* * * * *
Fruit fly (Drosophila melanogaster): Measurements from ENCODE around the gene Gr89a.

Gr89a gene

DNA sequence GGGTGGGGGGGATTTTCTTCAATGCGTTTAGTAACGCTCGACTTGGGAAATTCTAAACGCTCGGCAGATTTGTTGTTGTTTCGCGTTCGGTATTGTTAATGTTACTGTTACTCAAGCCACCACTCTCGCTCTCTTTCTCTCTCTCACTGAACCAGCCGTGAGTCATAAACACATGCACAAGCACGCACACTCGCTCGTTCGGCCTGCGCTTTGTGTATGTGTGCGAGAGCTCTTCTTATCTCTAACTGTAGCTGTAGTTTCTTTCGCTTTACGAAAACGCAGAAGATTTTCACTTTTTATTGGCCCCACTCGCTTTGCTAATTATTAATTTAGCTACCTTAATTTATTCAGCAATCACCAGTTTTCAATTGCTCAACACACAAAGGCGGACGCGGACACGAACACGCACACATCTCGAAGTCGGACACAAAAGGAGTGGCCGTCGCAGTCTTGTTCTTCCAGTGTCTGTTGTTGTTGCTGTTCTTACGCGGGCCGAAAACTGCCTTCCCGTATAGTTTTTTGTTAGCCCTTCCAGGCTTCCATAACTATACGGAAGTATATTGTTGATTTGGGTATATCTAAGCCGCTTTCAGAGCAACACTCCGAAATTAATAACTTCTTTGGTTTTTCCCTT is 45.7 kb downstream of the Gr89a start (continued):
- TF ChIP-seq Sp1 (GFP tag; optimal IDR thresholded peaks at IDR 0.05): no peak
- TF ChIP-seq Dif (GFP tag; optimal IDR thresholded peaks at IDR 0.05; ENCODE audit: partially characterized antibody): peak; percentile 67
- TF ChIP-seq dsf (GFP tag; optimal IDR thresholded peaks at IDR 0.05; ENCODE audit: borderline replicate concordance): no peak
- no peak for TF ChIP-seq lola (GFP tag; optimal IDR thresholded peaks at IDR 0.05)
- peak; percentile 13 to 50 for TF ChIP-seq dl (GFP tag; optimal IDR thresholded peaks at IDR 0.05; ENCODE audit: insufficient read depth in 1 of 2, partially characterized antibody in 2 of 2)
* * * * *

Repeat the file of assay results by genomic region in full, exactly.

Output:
Fruit fly (Drosophila melanogaster): Measurements from ENCODE around the gene Gr89a.

Gr89a gene

DNA sequence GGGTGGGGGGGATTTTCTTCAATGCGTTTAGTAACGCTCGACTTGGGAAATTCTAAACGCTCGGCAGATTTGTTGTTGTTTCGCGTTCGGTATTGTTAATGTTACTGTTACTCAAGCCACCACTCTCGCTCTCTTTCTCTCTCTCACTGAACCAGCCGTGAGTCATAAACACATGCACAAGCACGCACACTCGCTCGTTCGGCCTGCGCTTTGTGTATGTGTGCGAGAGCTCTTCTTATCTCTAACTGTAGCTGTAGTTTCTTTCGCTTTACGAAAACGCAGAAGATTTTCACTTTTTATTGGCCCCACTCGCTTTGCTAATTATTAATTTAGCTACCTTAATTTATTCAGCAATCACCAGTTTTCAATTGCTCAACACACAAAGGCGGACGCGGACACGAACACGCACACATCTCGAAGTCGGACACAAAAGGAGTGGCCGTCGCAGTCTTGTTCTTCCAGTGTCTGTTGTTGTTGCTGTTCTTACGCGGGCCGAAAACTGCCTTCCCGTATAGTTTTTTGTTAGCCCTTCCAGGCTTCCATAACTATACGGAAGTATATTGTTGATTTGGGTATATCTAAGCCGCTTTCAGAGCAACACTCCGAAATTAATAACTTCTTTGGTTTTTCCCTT is 45.7 kb downstream of the Gr89a start (continued):
- TF ChIP-seq Sp1 (GFP tag; optimal IDR thresholded peaks at IDR 0.05): no peak
- TF ChIP-seq Dif (GFP tag; optimal IDR thresholded peaks at IDR 0.05; ENCODE audit: partially characterized antibody): peak; percentile 67
- TF ChIP-seq dsf (GFP tag; optimal IDR thresholded peaks at IDR 0.05; ENCODE audit: borderline replicate concordance): no peak
- no peak for TF ChIP-seq lola (GFP tag; optimal IDR thresholded peaks at IDR 0.05)
- peak; percentile 13 to 50 for TF ChIP-seq dl (GFP tag; optimal IDR thresholded peaks at IDR 0.05; ENCODE audit: insufficient read depth in 1 of 2, partially characterized antibody in 2 of 2)